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Three Things to Watch after One Week of the Staples-Office Depot Merger Trial

On Monday, Staples and the Federal Trade Commission began presenting arguments in the D.C. District Court on whether the FTC should be entitled to a preliminary injunction to halt a potential merger between Staples and Office Depot.  We previously reported on the Staples-Office Depot merger here and here.  Judge Emmet G. Sullivan, who is overseeing the bench trial, presided over a similar hearing just a few months ago related to the DOJ’s attempt to stop General Electric from selling its appliances division to Electrolux, a transaction that GE eventually abandoned.

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Out of Luck: Second Circuit Dismisses Antitrust Suit Brought by Catskills “Racino” Developers on Market Definition Grounds

On March 18, 2016, the Second Circuit Court of Appeals affirmed the dismissal of an antitrust lawsuit brought by the prospective developers of a racing track and casino in the Catskills region of New York against their one-time collaborators in the venture.  In Concord Assocs. v. Entm’t Props. Tr., 2d Cir., No. 13-3933-cv, the appellate court dismissed the complaint without leave to amend because the plaintiffs’ case had a fatal flaw: there is nothing special about the Catskills that renders the region a unique geographic market to people nearby who want to gamble.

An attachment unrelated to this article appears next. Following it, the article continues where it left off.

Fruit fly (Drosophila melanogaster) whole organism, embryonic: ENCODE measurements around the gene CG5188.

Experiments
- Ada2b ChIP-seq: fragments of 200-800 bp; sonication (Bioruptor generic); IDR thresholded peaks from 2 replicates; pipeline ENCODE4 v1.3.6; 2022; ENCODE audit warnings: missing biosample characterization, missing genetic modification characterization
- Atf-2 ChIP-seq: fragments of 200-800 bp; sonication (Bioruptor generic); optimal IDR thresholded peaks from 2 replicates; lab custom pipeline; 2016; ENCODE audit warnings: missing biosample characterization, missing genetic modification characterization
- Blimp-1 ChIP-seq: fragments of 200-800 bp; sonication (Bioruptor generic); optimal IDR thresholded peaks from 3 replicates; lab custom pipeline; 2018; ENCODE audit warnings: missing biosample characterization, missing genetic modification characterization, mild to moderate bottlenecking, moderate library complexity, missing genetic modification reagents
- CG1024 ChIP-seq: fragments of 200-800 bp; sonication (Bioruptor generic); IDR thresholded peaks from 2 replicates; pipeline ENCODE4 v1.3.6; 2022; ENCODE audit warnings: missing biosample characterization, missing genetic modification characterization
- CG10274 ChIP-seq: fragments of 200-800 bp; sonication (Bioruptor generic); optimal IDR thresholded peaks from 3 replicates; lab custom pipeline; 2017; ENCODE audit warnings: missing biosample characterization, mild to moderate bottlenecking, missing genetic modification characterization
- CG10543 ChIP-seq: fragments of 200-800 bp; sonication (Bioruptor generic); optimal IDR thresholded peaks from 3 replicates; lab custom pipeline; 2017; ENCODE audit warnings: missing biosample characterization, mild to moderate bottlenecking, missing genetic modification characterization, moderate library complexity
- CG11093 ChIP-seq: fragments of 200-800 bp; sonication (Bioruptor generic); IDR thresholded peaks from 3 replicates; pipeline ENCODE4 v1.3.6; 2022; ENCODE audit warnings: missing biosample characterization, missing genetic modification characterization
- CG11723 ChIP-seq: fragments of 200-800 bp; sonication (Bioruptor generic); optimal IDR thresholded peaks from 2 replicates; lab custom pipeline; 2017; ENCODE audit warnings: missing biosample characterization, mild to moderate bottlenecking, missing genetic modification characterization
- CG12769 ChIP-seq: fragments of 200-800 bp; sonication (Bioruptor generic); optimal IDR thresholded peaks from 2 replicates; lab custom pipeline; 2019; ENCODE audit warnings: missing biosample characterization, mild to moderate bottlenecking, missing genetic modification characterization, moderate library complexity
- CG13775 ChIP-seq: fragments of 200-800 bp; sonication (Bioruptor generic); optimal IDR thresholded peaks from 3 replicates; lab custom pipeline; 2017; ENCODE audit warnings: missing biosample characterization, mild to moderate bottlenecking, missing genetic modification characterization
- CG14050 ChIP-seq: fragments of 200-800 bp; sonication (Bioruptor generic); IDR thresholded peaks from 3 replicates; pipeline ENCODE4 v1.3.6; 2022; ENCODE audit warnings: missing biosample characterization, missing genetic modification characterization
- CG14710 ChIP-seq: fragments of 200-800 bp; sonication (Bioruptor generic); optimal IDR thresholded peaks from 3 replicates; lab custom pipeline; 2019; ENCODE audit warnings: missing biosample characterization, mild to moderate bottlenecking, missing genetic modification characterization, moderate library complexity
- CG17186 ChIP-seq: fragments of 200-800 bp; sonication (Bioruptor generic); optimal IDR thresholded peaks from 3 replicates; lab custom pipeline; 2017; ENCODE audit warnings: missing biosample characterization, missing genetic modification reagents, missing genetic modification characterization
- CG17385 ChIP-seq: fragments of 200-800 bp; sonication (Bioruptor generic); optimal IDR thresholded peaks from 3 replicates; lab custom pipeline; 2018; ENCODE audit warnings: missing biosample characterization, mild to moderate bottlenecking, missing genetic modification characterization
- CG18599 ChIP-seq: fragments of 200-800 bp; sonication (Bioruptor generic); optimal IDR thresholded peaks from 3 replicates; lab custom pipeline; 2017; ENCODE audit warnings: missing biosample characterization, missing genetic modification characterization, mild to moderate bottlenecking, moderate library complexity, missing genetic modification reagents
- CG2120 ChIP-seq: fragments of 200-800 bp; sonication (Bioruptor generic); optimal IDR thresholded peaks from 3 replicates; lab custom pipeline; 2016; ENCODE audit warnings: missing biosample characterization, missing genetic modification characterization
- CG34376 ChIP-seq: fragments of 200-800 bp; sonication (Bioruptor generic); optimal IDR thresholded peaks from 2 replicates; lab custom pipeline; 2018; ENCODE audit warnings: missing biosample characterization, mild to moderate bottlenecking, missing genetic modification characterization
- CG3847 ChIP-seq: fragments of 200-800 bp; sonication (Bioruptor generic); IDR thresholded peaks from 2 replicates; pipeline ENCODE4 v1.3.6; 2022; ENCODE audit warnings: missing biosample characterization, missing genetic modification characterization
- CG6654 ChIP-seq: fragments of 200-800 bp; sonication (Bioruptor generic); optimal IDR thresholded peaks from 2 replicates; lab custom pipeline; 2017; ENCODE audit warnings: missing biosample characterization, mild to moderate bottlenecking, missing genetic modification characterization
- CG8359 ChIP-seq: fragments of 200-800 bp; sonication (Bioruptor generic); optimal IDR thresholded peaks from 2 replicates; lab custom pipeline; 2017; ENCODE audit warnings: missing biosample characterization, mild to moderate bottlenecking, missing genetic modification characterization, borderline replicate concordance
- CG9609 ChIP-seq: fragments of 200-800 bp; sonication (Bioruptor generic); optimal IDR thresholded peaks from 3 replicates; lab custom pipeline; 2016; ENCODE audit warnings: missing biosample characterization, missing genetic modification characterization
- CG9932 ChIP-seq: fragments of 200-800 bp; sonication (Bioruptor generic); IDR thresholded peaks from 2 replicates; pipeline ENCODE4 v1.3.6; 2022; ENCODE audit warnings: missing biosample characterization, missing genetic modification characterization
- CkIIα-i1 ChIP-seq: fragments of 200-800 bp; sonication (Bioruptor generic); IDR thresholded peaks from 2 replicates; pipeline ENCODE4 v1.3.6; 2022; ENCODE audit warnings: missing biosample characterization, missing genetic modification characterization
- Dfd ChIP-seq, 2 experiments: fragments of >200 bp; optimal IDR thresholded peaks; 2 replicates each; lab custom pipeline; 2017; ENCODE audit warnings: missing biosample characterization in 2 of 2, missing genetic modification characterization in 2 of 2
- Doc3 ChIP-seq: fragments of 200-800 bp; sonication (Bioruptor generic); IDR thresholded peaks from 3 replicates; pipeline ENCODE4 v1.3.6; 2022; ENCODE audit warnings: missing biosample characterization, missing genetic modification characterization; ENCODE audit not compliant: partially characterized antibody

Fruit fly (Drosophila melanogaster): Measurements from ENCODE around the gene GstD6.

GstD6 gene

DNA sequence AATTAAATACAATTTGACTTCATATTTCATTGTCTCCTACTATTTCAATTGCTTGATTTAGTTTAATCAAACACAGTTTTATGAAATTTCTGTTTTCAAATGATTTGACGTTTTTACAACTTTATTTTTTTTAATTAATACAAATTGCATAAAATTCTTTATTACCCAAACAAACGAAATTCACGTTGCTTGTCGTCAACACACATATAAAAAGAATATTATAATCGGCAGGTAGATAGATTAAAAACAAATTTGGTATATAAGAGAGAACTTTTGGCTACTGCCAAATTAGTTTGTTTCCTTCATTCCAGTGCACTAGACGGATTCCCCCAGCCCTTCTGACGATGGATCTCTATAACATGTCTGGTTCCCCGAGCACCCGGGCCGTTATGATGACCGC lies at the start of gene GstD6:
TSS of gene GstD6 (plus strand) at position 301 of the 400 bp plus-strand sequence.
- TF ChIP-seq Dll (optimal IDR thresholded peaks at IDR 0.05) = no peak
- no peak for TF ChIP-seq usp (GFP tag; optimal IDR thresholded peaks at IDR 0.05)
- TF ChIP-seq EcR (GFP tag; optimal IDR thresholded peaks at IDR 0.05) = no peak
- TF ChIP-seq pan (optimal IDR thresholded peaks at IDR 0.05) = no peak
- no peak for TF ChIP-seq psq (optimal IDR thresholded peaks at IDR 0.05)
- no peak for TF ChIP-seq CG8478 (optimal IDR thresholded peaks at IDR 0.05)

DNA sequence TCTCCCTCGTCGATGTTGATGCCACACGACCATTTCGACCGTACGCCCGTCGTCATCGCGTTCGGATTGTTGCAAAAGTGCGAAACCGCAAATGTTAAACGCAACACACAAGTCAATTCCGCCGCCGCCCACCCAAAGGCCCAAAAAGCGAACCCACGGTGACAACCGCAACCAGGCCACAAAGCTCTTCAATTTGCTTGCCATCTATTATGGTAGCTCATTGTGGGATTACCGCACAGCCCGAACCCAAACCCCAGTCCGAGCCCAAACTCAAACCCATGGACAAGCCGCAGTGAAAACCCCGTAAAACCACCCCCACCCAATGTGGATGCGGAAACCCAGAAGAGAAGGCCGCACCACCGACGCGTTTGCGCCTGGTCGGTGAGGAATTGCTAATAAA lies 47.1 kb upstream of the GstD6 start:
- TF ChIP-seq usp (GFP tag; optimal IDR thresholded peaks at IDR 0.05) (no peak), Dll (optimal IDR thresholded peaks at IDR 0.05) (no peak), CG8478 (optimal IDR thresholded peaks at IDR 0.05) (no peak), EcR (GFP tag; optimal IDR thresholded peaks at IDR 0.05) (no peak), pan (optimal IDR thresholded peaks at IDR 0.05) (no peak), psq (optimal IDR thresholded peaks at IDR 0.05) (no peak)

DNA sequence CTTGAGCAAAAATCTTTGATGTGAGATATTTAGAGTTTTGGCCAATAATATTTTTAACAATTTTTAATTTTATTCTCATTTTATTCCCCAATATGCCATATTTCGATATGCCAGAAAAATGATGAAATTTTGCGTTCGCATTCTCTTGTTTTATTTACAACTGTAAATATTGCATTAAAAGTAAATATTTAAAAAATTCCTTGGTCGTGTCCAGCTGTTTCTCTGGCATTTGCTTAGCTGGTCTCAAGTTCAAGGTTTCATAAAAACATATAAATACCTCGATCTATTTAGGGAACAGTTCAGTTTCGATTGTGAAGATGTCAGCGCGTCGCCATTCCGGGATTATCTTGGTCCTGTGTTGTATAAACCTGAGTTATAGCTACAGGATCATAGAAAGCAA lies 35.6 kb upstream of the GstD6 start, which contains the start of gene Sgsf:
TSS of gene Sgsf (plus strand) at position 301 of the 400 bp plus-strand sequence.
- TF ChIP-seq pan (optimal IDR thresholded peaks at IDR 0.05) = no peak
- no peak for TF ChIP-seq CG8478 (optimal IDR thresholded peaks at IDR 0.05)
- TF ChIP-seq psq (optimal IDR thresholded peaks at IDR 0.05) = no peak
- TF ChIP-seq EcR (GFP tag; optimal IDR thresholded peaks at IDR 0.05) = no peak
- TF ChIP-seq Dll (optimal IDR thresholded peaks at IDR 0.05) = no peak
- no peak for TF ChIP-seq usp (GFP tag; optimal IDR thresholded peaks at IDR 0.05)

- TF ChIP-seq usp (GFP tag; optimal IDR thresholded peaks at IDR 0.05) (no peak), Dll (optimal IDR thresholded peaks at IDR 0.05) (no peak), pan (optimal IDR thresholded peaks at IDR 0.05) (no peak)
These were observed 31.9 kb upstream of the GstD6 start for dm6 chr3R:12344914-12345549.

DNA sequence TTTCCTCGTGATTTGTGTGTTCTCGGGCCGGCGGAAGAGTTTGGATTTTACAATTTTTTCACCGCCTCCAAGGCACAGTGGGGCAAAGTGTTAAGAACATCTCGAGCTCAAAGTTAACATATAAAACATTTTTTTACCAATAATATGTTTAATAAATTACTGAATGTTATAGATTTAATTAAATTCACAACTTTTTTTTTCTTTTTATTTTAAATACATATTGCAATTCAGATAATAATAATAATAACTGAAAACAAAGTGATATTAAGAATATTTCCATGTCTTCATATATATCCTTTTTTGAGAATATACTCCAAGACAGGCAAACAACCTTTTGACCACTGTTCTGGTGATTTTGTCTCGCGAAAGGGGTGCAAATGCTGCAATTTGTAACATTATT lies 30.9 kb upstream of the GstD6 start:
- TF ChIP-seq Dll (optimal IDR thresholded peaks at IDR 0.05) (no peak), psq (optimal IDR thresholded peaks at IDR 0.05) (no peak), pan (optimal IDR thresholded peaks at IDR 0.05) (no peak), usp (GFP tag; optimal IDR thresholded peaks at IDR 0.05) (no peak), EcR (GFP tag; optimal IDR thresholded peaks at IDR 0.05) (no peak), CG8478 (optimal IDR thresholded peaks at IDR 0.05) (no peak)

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Merrick Garland on Efficiencies

Judge Merrick Garland, if he is confirmed, may become one of the Supreme Court’s foremost authorities in antitrust law.  He taught antitrust law at Harvard, and he has published on the subject, so it’s fair to expect him to seek a role in shaping antitrust jurisprudence and perhaps voting to hear more antitrust cases than currently end up on the Court’s docket.

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DOJ to Executives: We’re Watching You

We’ve previously written about how the Yates Memo announced an increased focus on individual accountability, and that the DOJ’s broader focus on individual accountability would likely encourage the Antitrust Division to increase its efforts to prosecute individuals for antitrust violations.

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Seventh Circuit Hears Argument in Clorox Appeal

Yesterday, the Seventh Circuit heard argument in the Woodman’s Food Market v. Clorox Co. appeal.  As members of our team have previously reported, this case concerns whether a plaintiff can state a claim under Section 2(e) of the Robinson Patman Act based on the size of the package offered for sale.